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To celebrate the 204th birthday of the father of modern biology, the Horniman Museum’s Rachel Jennings gave a talk last night at the Albert Arms about the depth and breadth of Charles Darwin’s work.

Darwin investigated everything: from the changing face of geological formations to the effects of piano music on earthworms. Though he is most known for his Origin of Species by means of Natural Selection, this is by no means the only thing he published. We have amassed a large body of data since Darwin’s day including entire new disciplines such as genetics. How have Darwin’s predictions held up? What did he get right and what was Darwin wrong about?

In the Origin, Darwin agreed with the naturalists of his day in concluding that the vast variety of pigeon breeds were descended from a single common ancestor: Columba livia. This was conclusively proved last week when a genetic study was done on a number of pigeon breeds. The study also found that the mutation which causes feathers to grow in the wrong direction – seen in the Old German Owl Pigeon or Indian Fantail Pigeon, has also arisen only once and has been selected repeatedly by breeders.

Keeping with the domestic breeding theme, Darwin studied the various breeds of domestic dog and came to the conclusion that they were too different to have come from a single wild species – that there must have been some crossing of multiple wild dogs to produce the canine spectrum from Chihuahua to St. Bernard.
Subsequent studies have demonstrated, based on genetics and morphological character analyses, that all the breeds of dog do indeed stem from the Grey Wolf (‘African Pitbull’ aside). Darwin would probably have been delighted to hear that he was wrong in his conclusion as he once said that a single origin of dogs would lend great weight to his theory.

During his travels Darwin encountered many unusual plants and animals. Not least of which was Angraecum sesquipedale, or Darwin’s Orchid.
Darwin’s Orchid image taken from Wikimedia Commons. Reproduced under a Creative Commons licence.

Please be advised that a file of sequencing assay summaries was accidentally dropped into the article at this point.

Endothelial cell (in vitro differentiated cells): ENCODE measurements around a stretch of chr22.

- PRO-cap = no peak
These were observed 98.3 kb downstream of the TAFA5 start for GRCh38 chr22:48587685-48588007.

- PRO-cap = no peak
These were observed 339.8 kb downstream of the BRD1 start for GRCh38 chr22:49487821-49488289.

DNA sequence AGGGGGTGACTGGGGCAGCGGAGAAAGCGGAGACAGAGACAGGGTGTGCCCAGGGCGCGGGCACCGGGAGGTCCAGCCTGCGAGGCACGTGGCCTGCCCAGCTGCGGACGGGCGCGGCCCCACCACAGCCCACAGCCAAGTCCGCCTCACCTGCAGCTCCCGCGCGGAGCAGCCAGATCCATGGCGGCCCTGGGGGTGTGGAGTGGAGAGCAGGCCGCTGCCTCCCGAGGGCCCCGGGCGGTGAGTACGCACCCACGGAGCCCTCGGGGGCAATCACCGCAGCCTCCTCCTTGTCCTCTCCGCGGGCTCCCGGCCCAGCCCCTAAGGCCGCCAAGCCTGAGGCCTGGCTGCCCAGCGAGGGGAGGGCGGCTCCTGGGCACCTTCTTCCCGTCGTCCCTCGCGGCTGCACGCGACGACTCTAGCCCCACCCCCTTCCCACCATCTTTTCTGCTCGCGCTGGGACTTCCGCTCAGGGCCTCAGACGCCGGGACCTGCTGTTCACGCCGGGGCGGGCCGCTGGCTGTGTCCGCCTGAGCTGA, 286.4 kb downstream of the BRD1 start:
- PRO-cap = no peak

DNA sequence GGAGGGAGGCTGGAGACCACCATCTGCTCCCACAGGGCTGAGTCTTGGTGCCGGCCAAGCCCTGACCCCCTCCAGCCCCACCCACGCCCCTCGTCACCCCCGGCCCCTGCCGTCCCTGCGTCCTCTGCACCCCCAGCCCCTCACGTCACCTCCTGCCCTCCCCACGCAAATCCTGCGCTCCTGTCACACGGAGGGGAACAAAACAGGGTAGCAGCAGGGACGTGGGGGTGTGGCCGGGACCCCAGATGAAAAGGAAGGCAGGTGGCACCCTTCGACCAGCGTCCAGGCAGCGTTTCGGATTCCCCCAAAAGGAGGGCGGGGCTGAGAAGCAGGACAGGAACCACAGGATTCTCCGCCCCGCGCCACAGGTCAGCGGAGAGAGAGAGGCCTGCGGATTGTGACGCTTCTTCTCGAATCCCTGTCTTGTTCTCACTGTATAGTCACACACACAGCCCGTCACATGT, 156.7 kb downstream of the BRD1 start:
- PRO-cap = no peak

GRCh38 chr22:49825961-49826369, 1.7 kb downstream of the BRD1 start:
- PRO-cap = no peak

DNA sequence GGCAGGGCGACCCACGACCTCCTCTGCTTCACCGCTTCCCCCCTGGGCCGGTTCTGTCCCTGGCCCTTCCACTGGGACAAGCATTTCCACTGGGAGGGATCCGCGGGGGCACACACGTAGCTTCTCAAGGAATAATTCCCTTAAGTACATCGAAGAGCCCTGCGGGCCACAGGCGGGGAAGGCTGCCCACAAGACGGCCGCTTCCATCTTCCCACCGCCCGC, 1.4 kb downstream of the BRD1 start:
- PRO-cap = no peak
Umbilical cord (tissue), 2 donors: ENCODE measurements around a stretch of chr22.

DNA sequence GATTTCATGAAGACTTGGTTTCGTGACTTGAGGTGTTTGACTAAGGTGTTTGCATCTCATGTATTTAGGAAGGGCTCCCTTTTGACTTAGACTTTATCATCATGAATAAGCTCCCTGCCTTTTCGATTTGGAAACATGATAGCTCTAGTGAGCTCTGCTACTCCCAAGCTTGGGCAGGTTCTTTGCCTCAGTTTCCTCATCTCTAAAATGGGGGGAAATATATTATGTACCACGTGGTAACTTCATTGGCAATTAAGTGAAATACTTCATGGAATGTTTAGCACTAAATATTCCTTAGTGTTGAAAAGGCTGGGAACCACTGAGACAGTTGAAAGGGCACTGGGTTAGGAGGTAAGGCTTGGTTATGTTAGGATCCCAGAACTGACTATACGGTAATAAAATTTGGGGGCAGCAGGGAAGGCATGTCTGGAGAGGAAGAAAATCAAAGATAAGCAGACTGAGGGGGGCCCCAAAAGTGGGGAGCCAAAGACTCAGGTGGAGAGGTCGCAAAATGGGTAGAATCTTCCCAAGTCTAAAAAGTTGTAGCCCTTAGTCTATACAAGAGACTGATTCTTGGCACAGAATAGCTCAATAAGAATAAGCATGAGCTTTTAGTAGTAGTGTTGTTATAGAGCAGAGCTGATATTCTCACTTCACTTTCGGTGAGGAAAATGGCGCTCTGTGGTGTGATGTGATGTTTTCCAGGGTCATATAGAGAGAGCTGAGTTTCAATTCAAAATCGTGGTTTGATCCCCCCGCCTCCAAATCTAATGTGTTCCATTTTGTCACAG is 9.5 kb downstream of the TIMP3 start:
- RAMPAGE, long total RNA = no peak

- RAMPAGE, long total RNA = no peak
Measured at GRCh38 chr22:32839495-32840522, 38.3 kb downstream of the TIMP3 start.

When he saw it, Darwin predicted that there would be an animal somewhere nearby adapted to feeding from it – one with a tongue long enough to reach the nectar. When he first said it, his contemporaries scoffed. The discovery of Xanthopan morgani, or “Morgan’s Sphynx” fulfilled that prediction.

On the subject of peacocks: Darwin reportedly was sickened by the sight of a peacock’s tail (he was in very poor health anyway though, so we won’t hold it against him). His explanation for the tail was to attract a mate – the larger and more spotted the tail, the more likely the male would pass on his genes. The actual situation is somewhat more complicated: for starters, removing eye spots did indeed reduce mating success but adding them seemed to have no significant effect. The peacock caused quite a stir in the question and answers round – an animal evolving a handicap to prove its prowess? What other examples are there of this? To which Paolo promptly wheeled out the human penis (thankfully metaphorical): Humans have the largest penis to body ratio of any primate and also have no bone supporting it. A male who can still get it up despite the odds stacked against him (stress, et al) is clearly worth mating with.

In The Ascent of Man, Darwin wrote: “An American monkey, after getting drunk on brandy, would never touch it again, and thus is much wiser than most men”. Darwin was wrong about the monkeys – as demonstrated by a study of a population of Vervet Monkeys on the island of St. Kitts. In the study, the monkeys could be divided into four groups: the teetotal group, representing about 10-15% of the population; the social drinkers, around 65%, drink more in the evenings – largely female; the steady drinkers, around 15% of the population, drink more in the mornings; and the binge drinkers, 5% of the population whose alcohol consumption per kg per day exceeds the fatal dose in humans! The theory is that an affection for alcohol may be linked to the ability to locate ripe fruit. Rachel is not convinced:

In conclusion: Darwin was a very gifted naturalist and very thorough researcher. We should celebrate the advancement of collected data and the ways in which Darwin has been corrected over time. If we try to sanctify the memory of Darwin into a figure who made no mistakes we not only give future naturalists an impossible role model, we also create a symbol out of the man instead of letting the integrity of his body of work stand for itself.

That’s all for now. Come along on the 11th next month when we will be discussing the marriage of art & science. http://pubsci.co.uk/